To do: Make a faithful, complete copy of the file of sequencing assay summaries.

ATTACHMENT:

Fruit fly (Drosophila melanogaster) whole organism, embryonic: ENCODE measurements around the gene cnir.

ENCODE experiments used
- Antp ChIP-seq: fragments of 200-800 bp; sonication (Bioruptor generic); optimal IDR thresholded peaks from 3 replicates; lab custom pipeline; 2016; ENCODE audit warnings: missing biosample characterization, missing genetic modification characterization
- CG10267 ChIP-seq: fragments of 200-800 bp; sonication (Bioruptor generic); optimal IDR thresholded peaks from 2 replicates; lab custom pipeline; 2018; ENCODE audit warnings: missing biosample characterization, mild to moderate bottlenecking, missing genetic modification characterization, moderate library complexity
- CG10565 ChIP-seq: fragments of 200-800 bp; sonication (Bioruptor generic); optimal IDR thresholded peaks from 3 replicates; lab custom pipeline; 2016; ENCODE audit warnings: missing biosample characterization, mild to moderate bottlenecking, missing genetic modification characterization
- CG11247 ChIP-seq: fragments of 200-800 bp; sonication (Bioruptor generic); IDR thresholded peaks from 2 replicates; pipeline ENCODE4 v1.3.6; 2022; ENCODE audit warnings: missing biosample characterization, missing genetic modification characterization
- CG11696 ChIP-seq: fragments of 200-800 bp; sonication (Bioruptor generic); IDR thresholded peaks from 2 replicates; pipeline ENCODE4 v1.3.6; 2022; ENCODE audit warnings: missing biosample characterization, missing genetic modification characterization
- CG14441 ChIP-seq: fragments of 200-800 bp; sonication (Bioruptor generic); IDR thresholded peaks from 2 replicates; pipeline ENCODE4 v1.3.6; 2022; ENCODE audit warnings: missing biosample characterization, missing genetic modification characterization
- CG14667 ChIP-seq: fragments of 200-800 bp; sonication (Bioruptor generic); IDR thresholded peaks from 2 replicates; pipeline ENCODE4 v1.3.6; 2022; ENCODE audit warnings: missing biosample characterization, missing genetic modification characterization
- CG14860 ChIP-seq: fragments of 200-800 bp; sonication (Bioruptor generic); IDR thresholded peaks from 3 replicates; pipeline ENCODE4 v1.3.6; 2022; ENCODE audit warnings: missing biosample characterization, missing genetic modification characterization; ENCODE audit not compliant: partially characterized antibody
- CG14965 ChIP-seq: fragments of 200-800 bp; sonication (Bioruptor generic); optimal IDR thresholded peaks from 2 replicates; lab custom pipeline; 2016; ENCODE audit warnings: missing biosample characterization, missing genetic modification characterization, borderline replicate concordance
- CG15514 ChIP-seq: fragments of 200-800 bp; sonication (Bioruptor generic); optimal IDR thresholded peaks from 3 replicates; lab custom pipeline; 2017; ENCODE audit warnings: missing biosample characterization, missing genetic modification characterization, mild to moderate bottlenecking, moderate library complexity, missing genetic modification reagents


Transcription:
Fruit fly (Drosophila melanogaster) whole organism, embryonic: ENCODE measurements around the gene cnir.

ENCODE experiments used
- Antp ChIP-seq: fragments of 200-800 bp; sonication (Bioruptor generic); optimal IDR thresholded peaks from 3 replicates; lab custom pipeline; 2016; ENCODE audit warnings: missing biosample characterization, missing genetic modification characterization
- CG10267 ChIP-seq: fragments of 200-800 bp; sonication (Bioruptor generic); optimal IDR thresholded peaks from 2 replicates; lab custom pipeline; 2018; ENCODE audit warnings: missing biosample characterization, mild to moderate bottlenecking, missing genetic modification characterization, moderate library complexity
- CG10565 ChIP-seq: fragments of 200-800 bp; sonication (Bioruptor generic); optimal IDR thresholded peaks from 3 replicates; lab custom pipeline; 2016; ENCODE audit warnings: missing biosample characterization, mild to moderate bottlenecking, missing genetic modification characterization
- CG11247 ChIP-seq: fragments of 200-800 bp; sonication (Bioruptor generic); IDR thresholded peaks from 2 replicates; pipeline ENCODE4 v1.3.6; 2022; ENCODE audit warnings: missing biosample characterization, missing genetic modification characterization
- CG11696 ChIP-seq: fragments of 200-800 bp; sonication (Bioruptor generic); IDR thresholded peaks from 2 replicates; pipeline ENCODE4 v1.3.6; 2022; ENCODE audit warnings: missing biosample characterization, missing genetic modification characterization
- CG14441 ChIP-seq: fragments of 200-800 bp; sonication (Bioruptor generic); IDR thresholded peaks from 2 replicates; pipeline ENCODE4 v1.3.6; 2022; ENCODE audit warnings: missing biosample characterization, missing genetic modification characterization
- CG14667 ChIP-seq: fragments of 200-800 bp; sonication (Bioruptor generic); IDR thresholded peaks from 2 replicates; pipeline ENCODE4 v1.3.6; 2022; ENCODE audit warnings: missing biosample characterization, missing genetic modification characterization
- CG14860 ChIP-seq: fragments of 200-800 bp; sonication (Bioruptor generic); IDR thresholded peaks from 3 replicates; pipeline ENCODE4 v1.3.6; 2022; ENCODE audit warnings: missing biosample characterization, missing genetic modification characterization; ENCODE audit not compliant: partially characterized antibody
- CG14965 ChIP-seq: fragments of 200-800 bp; sonication (Bioruptor generic); optimal IDR thresholded peaks from 2 replicates; lab custom pipeline; 2016; ENCODE audit warnings: missing biosample characterization, missing genetic modification characterization, borderline replicate concordance
- CG15514 ChIP-seq: fragments of 200-800 bp; sonication (Bioruptor generic); optimal IDR thresholded peaks from 3 replicates; lab custom pipeline; 2017; ENCODE audit warnings: missing biosample characterization, missing genetic modification characterization, mild to moderate bottlenecking, moderate library complexity, missing genetic modification reagents